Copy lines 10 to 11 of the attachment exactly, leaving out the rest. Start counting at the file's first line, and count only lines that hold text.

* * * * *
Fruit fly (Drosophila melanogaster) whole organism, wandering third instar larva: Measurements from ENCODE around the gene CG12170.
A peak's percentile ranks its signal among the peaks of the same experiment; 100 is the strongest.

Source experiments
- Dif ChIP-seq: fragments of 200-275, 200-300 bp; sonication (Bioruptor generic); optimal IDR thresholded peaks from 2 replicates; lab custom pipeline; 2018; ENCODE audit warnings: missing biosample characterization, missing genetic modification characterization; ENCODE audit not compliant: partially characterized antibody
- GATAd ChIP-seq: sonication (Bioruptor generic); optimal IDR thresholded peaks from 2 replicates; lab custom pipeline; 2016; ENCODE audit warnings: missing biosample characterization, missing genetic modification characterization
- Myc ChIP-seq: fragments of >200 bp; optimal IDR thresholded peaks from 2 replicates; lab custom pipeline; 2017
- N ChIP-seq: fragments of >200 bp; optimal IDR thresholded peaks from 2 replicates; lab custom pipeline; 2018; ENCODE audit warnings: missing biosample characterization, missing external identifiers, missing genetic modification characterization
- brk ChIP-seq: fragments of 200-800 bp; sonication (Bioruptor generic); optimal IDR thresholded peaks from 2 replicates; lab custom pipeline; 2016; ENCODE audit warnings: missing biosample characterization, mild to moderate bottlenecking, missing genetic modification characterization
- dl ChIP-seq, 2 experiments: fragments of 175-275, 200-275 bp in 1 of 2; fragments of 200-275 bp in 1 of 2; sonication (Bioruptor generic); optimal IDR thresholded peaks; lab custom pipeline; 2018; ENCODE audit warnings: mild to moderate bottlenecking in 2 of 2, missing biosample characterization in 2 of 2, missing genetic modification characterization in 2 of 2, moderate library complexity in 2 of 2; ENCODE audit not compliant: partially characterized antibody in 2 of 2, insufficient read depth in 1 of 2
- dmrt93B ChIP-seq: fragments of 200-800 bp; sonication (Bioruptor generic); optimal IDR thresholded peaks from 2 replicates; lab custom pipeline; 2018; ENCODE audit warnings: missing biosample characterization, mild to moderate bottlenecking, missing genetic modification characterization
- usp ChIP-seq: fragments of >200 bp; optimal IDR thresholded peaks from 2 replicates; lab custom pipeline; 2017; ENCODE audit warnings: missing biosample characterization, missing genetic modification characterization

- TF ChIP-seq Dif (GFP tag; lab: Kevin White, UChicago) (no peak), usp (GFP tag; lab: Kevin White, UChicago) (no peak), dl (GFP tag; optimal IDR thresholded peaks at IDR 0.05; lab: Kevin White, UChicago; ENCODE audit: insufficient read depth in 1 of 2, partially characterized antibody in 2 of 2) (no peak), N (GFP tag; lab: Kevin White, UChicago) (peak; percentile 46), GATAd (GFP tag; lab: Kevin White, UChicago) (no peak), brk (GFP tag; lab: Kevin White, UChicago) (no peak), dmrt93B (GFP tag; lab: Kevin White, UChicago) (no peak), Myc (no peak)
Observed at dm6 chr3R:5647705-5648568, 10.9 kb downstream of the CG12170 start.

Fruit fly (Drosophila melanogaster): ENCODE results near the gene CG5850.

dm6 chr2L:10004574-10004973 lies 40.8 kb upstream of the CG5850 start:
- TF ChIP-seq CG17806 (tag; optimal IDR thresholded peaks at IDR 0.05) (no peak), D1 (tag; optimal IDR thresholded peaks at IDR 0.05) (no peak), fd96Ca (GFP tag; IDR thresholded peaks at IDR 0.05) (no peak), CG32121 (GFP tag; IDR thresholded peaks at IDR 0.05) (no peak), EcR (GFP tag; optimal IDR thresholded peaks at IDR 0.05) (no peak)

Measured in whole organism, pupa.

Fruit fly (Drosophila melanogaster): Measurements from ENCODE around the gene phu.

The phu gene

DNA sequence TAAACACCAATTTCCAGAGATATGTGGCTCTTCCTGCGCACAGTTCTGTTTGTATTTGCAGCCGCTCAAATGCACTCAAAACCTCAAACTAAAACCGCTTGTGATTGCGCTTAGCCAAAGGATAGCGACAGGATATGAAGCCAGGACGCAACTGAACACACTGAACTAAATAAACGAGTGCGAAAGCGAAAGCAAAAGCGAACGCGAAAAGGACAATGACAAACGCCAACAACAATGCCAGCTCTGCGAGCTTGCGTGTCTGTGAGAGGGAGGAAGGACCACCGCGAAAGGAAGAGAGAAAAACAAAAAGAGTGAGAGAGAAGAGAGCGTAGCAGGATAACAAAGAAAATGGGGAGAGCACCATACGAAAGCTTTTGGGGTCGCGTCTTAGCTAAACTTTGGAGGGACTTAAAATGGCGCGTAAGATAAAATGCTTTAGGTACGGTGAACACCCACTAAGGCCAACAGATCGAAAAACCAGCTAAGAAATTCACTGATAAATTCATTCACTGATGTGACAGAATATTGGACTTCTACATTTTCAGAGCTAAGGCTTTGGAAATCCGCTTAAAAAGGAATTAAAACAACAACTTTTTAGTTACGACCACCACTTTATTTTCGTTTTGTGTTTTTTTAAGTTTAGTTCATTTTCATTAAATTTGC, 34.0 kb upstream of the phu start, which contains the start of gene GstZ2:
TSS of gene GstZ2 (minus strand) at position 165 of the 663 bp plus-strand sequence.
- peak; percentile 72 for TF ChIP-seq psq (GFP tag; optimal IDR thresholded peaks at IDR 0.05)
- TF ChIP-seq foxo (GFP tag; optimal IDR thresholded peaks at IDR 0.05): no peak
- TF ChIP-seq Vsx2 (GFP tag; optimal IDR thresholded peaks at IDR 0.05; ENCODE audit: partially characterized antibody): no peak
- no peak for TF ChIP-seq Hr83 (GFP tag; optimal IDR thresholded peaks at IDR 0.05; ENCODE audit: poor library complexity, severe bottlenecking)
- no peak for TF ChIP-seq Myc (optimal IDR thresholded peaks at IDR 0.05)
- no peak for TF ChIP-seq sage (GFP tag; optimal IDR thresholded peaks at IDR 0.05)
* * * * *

- dmrt93B ChIP-seq: fragments of 200-800 bp; sonication (Bioruptor generic); optimal IDR thresholded peaks from 2 replicates; lab custom pipeline; 2018; ENCODE audit warnings: missing biosample characterization, mild to moderate bottlenecking, missing genetic modification characterization
- usp ChIP-seq: fragments of >200 bp; optimal IDR thresholded peaks from 2 replicates; lab custom pipeline; 2017; ENCODE audit warnings: missing biosample characterization, missing genetic modification characterization